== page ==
So a $5000 down payment assistance grant to police/fire employees, used towards the purchase of a foreclosed home in the city, could repay itself in property tax stabilization in as little as 6-7 years (or a lot longer). Maybe that’s not a good enough ROI all by itself to do this, but if we think that there are good non-fiscal reasons to have public safety employees living within the city limits, the financial return is gravy. Especially if we assume that we can implement something like this at the same time as / as a mitigating factor to cutting employee pay / benefits, such that it doesn’t cost the city anything new.

    So, what do you think, is Murph on to something? I know money is tight at the moment, but would something like this be worth the investment? I’m inclined to say yes.

    Also, what could we do to get more EMU faculty and staff living in the City? What would it take to convince the EMU administration that they should begin encouraging their new hires to purchase homes in the City? What are other universities in similar situations doing? Are any covering closing costs? Are any establishing programs with local real estate agents? Could we, at the very least, convince President Martin that, as the futures of EMU and Ypsilanti are intertwined, it’s in the best interest of the University if more people are living in the City, patronizing businesses, and contributing toward a healthy urban ecosystem? And, assuming she’d acknowledge that, how about calling together some EMU faculty who live in the City to brainstorm ideas? Again, I know money is tight, but I can’t help but think that this would pay off for the University in the long run.

    [Those interested in this subject are encouraged to read my interview with Lee Azus, who recently decided to settle in Ypsi when he boyfriend was hired at EMU.]

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      20 Comments

      1. Burt Reynolds
        Posted November 30, 2011 at 8:13 am | Permalink

        I, frankly, do not believe in incentives for either firefighters or police officers to live in their municipality of employment. First, I don’t really understand the investment of offering an incentive to firefighters. Generally, if a firefighter is working, they are already in the community, or at the station. I suppose it could help in the event of a large out of control fire or situation which needs prompt delivery of service which could not be met by those already “on the clock.” I suppose some type of study which analyzed data involving off duty firefighters response time, and number of times off-duty service was needed could help.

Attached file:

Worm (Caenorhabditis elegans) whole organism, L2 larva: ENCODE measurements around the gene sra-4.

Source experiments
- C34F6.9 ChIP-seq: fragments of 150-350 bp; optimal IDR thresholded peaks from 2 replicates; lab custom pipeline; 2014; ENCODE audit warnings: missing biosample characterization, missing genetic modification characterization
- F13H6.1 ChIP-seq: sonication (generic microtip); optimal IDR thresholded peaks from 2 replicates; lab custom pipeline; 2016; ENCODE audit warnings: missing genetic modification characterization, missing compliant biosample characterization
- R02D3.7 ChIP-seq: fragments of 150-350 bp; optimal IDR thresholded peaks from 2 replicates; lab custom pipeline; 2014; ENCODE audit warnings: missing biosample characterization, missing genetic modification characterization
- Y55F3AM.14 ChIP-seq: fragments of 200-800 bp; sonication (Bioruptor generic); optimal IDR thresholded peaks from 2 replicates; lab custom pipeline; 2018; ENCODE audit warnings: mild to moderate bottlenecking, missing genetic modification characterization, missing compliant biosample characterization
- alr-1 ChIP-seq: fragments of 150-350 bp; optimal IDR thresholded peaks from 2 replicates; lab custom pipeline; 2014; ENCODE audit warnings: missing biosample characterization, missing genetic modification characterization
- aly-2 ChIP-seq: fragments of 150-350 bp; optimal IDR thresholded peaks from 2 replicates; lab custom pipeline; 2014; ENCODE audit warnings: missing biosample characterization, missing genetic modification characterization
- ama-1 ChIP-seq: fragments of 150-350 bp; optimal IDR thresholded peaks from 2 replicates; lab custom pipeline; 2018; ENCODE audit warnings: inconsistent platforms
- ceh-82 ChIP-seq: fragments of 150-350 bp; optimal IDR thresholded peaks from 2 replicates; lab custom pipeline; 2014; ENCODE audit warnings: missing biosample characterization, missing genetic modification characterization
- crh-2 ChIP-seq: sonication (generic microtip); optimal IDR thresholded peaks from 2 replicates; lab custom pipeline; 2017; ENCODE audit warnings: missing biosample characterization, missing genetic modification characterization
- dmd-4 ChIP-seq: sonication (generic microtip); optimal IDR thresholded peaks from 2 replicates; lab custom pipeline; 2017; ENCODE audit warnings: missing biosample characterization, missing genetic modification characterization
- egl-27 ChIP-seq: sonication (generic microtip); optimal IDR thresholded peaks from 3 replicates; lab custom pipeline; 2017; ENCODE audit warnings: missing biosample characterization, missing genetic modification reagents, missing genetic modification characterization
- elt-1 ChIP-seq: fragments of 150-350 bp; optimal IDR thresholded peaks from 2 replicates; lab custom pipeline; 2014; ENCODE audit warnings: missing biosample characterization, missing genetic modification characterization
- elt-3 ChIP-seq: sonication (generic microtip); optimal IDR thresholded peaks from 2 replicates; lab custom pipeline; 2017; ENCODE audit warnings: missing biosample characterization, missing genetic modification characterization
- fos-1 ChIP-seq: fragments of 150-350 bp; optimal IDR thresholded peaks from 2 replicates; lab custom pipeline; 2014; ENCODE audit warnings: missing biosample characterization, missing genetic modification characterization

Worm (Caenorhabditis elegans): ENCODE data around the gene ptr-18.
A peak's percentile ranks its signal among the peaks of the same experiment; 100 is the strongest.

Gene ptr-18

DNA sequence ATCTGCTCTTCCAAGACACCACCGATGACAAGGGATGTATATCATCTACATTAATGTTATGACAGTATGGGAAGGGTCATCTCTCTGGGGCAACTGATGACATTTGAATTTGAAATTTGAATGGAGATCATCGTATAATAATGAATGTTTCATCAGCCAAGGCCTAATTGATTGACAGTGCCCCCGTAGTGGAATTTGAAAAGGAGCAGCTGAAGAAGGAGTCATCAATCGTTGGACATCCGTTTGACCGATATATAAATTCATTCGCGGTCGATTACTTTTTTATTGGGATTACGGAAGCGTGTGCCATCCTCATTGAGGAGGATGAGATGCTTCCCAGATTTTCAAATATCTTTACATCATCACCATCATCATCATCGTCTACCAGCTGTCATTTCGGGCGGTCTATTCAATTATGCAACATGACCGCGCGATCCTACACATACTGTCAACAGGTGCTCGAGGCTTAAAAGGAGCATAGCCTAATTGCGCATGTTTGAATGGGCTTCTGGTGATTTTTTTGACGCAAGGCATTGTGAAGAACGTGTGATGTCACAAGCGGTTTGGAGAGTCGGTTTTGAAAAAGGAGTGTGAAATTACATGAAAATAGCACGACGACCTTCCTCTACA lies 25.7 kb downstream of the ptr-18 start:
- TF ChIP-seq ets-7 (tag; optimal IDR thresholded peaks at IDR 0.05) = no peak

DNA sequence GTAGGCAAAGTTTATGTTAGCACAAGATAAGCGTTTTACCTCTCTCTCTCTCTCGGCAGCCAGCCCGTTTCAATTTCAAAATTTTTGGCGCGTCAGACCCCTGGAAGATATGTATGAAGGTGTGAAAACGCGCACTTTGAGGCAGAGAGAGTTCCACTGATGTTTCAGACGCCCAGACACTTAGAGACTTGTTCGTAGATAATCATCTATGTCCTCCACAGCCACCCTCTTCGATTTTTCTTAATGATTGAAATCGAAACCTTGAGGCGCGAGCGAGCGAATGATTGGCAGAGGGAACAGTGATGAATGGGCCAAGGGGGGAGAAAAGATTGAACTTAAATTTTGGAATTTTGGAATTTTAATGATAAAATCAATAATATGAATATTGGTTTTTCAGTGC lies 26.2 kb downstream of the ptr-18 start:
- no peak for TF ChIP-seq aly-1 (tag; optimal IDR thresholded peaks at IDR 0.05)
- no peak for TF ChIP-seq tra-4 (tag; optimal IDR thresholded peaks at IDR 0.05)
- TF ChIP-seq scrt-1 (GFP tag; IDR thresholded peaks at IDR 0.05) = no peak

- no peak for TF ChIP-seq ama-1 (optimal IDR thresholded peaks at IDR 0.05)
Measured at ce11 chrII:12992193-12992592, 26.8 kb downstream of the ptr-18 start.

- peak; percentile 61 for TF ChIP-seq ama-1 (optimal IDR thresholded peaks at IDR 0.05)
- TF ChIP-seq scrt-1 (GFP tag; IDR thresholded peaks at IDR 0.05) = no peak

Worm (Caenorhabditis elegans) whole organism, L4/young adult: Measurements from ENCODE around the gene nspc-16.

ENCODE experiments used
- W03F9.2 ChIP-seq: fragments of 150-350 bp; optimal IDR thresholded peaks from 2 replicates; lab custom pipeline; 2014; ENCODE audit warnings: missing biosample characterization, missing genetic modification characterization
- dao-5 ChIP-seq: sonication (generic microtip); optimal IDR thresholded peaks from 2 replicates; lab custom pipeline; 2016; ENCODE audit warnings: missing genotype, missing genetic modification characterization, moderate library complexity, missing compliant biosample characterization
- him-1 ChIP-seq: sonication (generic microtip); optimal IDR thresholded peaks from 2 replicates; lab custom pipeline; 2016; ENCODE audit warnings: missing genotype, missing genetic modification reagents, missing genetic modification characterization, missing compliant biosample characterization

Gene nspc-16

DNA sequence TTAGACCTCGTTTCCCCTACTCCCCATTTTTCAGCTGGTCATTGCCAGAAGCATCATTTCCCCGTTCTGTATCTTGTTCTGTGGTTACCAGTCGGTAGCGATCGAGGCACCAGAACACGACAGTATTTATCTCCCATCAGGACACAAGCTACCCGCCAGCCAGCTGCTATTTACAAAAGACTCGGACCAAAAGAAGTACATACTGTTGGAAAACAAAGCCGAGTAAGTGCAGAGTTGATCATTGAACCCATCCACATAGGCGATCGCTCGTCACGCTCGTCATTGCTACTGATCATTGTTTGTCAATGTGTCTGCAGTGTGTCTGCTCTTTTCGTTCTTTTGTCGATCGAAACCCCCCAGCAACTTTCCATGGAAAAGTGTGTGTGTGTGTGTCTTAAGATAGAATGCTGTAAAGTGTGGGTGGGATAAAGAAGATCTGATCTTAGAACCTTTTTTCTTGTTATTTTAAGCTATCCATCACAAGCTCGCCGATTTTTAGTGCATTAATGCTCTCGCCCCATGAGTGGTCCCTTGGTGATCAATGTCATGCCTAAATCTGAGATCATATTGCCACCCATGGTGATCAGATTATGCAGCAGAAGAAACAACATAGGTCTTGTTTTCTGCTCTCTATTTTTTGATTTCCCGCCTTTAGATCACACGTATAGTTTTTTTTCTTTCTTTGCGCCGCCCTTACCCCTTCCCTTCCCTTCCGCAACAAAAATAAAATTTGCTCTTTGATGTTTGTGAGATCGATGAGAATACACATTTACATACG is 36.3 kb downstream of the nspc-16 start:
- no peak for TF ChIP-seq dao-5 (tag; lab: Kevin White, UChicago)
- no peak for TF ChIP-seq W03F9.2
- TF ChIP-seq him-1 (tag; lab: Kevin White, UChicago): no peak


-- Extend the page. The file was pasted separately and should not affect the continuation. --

Regarding police officers, I am strongly against any mandation to live in the community of work. If an officer chooses to then so be it, but otherwise no way. Can you imagine being a police officer and having to walk amongst the population which you enforce the laws? This isn’t Mayberry. They are not getting cats out of tree’s. I would feel completely unsafe for myself and my family to be put in that situation.

      2. Posted November 30, 2011 at 9:13 am | Permalink

        I don’t know how you can force municipal employees to live in a particular area in this political climate. They might not have a job in 5 years.

      3. TeacherPatti
        Posted November 30, 2011 at 9:25 am | Permalink

        Pete, you are so correct. I get all sorts of shit (oh noes, there’s my filthy mouth) for living “far” from where I teach but I refuse to buy a house based on where I work. When I was in the legal field (oh noes, they gave me a law license too!!1!!111!!), I went through about a job a year. While I’ve had the same teaching job for five years, I know it can go away in a heartbeat.

      4. Edward
        Posted November 30, 2011 at 9:31 am | Permalink

        I agree with Burt. The police need anonymity. They last thing they need is to actually know the people they’re dealing with on the street as human beings. There is far too much accountability as it is.

      5. K2
        Posted November 30, 2011 at 10:11 am | Permalink

        More people in the city means a more robust tax base, and more customers for our restaurants and stores. It also gives the impression to those driving by on Michigan Avenue that things are happening in Ypsilanti. It’s in everyone’s best interests if we encourage more people to live here, and why not start with those who already work here? It makes perfect sense.